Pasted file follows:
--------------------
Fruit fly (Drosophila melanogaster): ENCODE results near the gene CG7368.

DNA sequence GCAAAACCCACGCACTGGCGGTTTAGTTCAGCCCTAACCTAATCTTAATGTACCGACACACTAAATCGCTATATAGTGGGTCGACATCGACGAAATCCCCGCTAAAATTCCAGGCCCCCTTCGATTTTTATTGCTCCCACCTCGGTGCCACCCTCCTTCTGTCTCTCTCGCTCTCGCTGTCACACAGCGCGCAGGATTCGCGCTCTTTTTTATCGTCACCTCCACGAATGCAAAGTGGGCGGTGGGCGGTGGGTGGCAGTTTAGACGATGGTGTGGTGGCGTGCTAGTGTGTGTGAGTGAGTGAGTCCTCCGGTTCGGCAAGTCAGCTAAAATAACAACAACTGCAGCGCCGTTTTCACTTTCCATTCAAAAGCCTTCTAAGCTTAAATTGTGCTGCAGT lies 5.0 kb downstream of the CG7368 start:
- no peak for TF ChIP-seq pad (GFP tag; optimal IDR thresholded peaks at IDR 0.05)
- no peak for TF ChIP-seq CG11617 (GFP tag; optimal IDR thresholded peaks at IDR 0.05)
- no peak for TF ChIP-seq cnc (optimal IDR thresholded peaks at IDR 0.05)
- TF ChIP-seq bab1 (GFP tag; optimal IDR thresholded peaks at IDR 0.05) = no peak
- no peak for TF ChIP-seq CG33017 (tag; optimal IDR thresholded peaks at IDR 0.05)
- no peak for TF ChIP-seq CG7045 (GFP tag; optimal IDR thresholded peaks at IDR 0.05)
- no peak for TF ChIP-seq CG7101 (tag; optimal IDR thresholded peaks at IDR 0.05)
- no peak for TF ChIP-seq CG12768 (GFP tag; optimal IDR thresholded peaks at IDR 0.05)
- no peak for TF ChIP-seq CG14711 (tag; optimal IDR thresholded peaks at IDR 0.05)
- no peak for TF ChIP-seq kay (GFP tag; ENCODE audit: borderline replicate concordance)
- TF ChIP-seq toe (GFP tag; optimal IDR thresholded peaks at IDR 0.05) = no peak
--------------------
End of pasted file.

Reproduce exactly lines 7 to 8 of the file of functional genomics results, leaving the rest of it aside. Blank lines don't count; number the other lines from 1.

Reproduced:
- no peak for TF ChIP-seq CG33017 (tag; optimal IDR thresholded peaks at IDR 0.05)
- no peak for TF ChIP-seq CG7045 (GFP tag; optimal IDR thresholded peaks at IDR 0.05)